salinization


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Related to salinization: desertification

salinization

[‚sal·ən·ə′zā·shən]
(geology)
In a soil of an arid, poorly drained region, the accumulation of soluble salts by the evaporation of the waters that bore them to the soil zone.
References in periodicals archive ?
Secondary salinization also occurs on non-irrigated lands where deforestation and reduced evapotranspiration causes a shallow groundwater table to rise.
The wells P10, P27, P38, P51, P60, P68, P86, P92, P111, P104, P114, P133 and P136, and the Riacho Verde reservoir, which acts as a recharge source of the alluvial aquifer through small controlled releases during the dry period, were used in the simulations of the salinization dynamics.
Potential salinization sources are diverse, including natural saline groundwater, halite dissolution, presence of paleo-brackish water, seawater intrusion, oil and gas-field brine, domestic, agricultural and industrial effluents, and road salts.
Treatments with IAA, in most salinization levels, resulted in a marked stimulation of CAT activity as compared with control salt group.
To investigate whether past salinization events can be detected in geochemical profiles from near-surface permafrost, we obtained soil cores at impacted and unimpacted sites that extended to depths of 2.
He said that some other problems being faced by Balochistan included soil mismanagement, salinization of irregulated areas and dry-land degradation from overgrazing.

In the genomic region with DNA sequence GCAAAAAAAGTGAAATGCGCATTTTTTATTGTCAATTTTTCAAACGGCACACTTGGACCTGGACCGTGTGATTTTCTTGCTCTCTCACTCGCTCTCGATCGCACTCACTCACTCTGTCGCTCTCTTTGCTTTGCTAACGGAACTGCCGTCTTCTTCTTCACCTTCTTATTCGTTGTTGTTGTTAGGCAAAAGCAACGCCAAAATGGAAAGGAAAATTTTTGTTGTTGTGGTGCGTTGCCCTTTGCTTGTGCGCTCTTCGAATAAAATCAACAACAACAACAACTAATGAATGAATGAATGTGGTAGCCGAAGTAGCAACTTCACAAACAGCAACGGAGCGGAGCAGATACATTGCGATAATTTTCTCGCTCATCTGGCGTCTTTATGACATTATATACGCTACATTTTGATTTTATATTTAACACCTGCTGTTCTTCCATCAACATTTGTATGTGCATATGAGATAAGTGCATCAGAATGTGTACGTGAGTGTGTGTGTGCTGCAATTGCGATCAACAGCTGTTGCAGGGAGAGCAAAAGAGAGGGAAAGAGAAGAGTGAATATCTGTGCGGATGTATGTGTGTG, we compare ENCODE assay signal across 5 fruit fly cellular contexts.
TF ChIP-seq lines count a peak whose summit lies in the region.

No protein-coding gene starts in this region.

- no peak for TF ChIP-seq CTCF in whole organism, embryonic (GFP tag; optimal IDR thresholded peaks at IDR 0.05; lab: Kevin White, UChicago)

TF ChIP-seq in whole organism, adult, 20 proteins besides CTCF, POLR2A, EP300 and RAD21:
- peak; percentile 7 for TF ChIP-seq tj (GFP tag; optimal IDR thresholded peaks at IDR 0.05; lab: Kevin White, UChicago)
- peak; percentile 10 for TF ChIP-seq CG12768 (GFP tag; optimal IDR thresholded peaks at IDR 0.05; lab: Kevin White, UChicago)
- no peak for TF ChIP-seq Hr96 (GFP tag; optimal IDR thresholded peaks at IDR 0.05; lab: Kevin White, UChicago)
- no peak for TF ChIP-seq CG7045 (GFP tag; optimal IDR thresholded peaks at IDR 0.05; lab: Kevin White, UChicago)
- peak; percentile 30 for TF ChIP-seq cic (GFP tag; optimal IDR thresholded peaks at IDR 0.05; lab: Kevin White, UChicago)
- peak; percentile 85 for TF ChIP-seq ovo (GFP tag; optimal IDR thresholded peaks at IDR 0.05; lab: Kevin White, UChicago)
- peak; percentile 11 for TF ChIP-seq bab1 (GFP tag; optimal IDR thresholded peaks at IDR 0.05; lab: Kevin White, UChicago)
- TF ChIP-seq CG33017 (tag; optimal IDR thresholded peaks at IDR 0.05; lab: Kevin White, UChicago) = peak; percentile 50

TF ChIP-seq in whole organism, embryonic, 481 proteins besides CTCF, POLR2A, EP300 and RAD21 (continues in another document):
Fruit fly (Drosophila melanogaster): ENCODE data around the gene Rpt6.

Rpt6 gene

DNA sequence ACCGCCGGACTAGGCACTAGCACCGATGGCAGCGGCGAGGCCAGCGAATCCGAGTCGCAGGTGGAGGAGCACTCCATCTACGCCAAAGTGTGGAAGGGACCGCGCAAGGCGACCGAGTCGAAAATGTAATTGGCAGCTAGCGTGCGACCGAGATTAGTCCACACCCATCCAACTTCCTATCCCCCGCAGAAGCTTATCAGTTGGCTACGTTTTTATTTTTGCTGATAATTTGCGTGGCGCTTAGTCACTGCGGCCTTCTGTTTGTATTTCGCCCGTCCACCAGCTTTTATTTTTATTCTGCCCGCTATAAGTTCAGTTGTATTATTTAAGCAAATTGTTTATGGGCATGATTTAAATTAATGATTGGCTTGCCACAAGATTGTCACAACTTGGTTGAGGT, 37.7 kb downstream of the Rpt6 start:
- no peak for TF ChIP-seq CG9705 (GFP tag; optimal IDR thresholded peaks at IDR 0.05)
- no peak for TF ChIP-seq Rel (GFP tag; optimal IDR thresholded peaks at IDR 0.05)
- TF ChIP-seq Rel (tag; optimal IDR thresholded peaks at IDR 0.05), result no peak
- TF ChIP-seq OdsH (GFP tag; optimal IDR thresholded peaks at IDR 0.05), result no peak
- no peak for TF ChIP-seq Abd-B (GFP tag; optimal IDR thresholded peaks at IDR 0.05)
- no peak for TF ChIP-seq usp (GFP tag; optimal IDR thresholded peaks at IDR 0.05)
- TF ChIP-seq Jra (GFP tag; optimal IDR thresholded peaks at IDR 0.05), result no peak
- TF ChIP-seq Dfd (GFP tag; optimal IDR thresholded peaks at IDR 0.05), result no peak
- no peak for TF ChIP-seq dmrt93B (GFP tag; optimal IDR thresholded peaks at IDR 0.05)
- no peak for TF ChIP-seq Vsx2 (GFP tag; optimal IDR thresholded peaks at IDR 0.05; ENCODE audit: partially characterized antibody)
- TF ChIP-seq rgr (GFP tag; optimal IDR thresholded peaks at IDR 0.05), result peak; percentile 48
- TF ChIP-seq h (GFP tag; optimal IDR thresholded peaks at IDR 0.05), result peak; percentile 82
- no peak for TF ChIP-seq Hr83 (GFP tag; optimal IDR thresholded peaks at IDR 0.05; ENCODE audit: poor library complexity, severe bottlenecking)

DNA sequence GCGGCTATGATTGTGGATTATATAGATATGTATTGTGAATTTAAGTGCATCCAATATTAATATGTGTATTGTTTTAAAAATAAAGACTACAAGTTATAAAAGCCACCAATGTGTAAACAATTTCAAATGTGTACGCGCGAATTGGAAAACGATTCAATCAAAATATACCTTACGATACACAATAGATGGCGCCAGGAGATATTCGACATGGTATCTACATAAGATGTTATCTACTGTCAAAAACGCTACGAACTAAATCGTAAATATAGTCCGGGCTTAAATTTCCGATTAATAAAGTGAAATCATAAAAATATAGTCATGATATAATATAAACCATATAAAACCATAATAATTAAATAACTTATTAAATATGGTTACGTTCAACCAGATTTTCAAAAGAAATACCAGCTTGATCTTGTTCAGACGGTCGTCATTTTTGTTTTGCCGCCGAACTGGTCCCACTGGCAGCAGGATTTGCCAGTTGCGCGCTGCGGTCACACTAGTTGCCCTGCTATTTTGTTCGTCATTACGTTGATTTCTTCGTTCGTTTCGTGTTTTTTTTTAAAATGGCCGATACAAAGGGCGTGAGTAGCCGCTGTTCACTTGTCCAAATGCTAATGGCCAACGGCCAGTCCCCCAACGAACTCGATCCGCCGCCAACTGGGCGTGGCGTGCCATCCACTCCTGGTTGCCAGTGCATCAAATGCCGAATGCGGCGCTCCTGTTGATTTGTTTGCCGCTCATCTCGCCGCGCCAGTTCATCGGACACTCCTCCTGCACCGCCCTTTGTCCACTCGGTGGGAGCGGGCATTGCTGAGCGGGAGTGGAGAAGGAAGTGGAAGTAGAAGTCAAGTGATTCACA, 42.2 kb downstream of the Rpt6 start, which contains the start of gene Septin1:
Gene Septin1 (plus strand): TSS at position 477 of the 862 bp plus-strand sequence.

Citing a briefing at the University of Oxford Refugee Studies Centre, the report says that by 2050, "rising sea levels could displace more than 14 million Egyptians as increased salinization of the Nile reduces the irrigated land available for agriculture.
The MENA region, he said, is currently the most water-deprived region and the situation is expected to get worse given rapid salinization of water sources.
Part of the problem is purely geographical: Havana is located on the narrowest part of the island--it's barely 20 miles from the north coast to the south coast--and depends mostly on the exploitation of rich groundwater aquifers that are vulnerable to the twin threats of salinization and pollution resulting from overuse and mismanagement.
126-7) are not sustainable: the number of fish caught in the wild will decline as a result of over-fishing, and irrigated farmland will degrade from exhaustion of aquifers and salinization.
Because of salinization, erosion, and other management issues, the global supply of irrigated farm land per capita has shrunk precipitously in the last several decades.
The damage will come from the incalculable number of trees felled, the millions of cubic meters of earth moved and dumped, and, perhaps worse, the salinization of the waters of the lakes--Gantun and Miraflores--which are the drinking water for the populations of the zone.